I'd like to start with what I've learned as a writer in all my years pursuing a literary career, what it has led to, and more or less an explanation into the madness of such a pursuit. I would like to touch on the things that have helped me as a writer, in the hopes that it helps others to minimize mistakes and strengthen and quicken their writing, all the while becoming a better writer in all aspects.
With that, let us examine what it takes to write well.
When I set out to become a writer, I was well into my twenties. I wanted to start with something simple, something I could do, something realistic and that could be accomplished. I began to look at short stories for young people, teen boys mainly. I bought into the science fiction and fantasy genre, thinking it gave me the most room to do things with short stories. Naturally I started at the beginning. I did light research into the field and found an appropriate place to start, the 1930's, learning in my light research it was really the dawning of the genre. I bought a few anthologies and when I found a few writers that did things I wanted to emulate, I began to research those writers a little more in depth. Isaac Asimov was a particular help because he wrote so much. I found anthologies of stories from every year of the 40's and 50's, usually put together by the writers I enjoyed reading, like Asimov. I tried to read briefly in each year, maybe select four or five stories in any year and read read read. I bought old pulp magazines of science fiction, and really began to enjoy surrounding myself with the popular figures of the field, those who were considered the best, and I gobbled up their material, all while experimenting with my own stories and sentences.
Six years later - (I know, well, writing understand first is a consuming career but I really enjoyed the writers and stories) - I had my own short novel for teen boys on Amazon getting five star reviews. https://www.amazon.com/Goblin-Remedy-Nathan-Murrell-ebook/dp/B00XS3FWT0 (Yes I write under many names, use many pseudonyms.)
That in a short explaination is what it takes to begin a journey.
Surround yourself with the writers you want to emulate, buy into what you're writing and read heavily. Stephen King said in his book, "On Writing" to always be reading.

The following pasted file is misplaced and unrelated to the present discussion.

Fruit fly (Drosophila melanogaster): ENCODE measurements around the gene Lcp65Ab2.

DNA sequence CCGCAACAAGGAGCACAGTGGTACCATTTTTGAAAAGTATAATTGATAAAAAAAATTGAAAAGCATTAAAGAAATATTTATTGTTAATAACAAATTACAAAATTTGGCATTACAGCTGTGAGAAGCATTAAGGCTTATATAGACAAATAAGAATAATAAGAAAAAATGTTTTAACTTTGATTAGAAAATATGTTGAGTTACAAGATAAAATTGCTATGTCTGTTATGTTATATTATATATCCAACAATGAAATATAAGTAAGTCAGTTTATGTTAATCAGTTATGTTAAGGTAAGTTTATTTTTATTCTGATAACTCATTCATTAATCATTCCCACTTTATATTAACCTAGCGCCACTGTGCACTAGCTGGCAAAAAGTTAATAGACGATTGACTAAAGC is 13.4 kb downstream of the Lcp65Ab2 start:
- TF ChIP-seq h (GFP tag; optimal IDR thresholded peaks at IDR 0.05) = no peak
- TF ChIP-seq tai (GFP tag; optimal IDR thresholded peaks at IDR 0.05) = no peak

Find a place to secure as your writing domain. It doesn't have to be a great library. A closet works, as long as it's ventilated. Write with music, write in silence, write at two in the morning in the fog of sleep, write at noon...figure out a place and time that works and do it consistent.
I was once told in a college creative writing course that a professional writer averages about two thousand words a day. Listen, that's great and all but that's not a necessity, what I've found that helps is to just be consistent, write four-hundred words a day, after six months you will surprise yourself with how much a little over the course of time can do. Shakespeare himself said, with one of my favorite quotes:
"And many strokes, though with a little axe
hew down and fell the mighty timbered oak"
Most of us are nice people by nature, but by being a writer one has to be a little greedy, which is not in most of our nature. You have to find time to write, make time, don't delay. It's okay to be stingy with YOUR time as you become a better writer. Stephen King also said in his book on writing, he has a set time of 9am-Noon, and with that on a daily basis he is able to accomplish and write all he does, just three hours a day.
Get greedy, make time for yourself, an hour or two a day or during the night is necessary, not just a suggestion.
And one thing I want to emphasize is clarity. Writers so often get caught up in the fancy use of words and want to expel that onto others and force people to look up words seldom used in this day and age and never used in common dialogue between people.
Be clear. Always speak clearly.
And as a writer, always work toward an ending. When you come up with a story idea, ask "where do I want this to go, how do I want this to end?" And write toward that end. It's okay if the ending shifts or if the idea changes or something alters from how you the writer had it originally planned, let it go, change it to how it works best for you, as the story teller. I have found this cures writers block, always write toward the end and you should rarely get lost on the road to an ending.
Lastly, to be a writer, don't be afraid to Sell Out. That little tid bit about me in the beginning is all true, and I became an avid science fiction and fantasy fan and never was prior to that time in my life. Then the television series "The Big Bang Theory" came out, a bunch of adults who carry on their lives surrounded by science fiction and fantasy and comics and many other things, in my mind that was a clear signal that it's okay to sell out and surround yourself with the objects and themes one is writing about. Read books on writing while reading books in the genres you enjoy writing in, explore what has been done and what is being done currently in the field. Write all the time, it's okay, sell out. I remember a science fiction convention where I was on the panel and a young aspiring writer asked, what does it take to become a good writer... I answered immediately, the only solution I've ever found, "One has to write." And if you write, do it well, with intention and clarity.